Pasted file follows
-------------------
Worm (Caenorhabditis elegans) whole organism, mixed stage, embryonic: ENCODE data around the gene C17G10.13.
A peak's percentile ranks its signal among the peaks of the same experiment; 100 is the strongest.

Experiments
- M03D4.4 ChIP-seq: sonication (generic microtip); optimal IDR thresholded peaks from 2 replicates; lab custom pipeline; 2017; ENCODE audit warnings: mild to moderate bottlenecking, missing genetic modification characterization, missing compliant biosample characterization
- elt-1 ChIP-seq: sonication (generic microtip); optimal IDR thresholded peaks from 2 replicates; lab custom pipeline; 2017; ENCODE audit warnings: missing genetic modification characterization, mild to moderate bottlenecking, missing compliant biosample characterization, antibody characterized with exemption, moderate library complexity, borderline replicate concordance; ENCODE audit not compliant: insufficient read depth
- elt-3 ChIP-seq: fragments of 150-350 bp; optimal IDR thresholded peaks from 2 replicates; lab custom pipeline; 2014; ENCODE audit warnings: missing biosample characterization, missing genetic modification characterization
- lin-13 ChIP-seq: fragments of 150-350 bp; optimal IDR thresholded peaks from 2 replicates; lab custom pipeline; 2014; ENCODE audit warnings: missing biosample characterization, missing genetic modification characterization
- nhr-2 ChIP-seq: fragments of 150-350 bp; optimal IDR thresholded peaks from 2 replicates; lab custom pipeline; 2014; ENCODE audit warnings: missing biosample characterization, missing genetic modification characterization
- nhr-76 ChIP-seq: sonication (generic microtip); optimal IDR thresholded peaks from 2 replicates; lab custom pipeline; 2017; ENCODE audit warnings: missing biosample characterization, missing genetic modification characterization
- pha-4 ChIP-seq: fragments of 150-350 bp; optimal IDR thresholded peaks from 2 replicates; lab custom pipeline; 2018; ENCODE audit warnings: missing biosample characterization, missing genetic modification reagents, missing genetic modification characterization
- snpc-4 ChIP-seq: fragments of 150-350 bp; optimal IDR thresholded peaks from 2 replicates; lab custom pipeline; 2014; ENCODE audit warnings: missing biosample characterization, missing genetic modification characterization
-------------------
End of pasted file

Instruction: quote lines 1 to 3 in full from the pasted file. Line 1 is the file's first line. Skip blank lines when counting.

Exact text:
Worm (Caenorhabditis elegans) whole organism, mixed stage, embryonic: ENCODE data around the gene C17G10.13.
A peak's percentile ranks its signal among the peaks of the same experiment; 100 is the strongest.

Experiments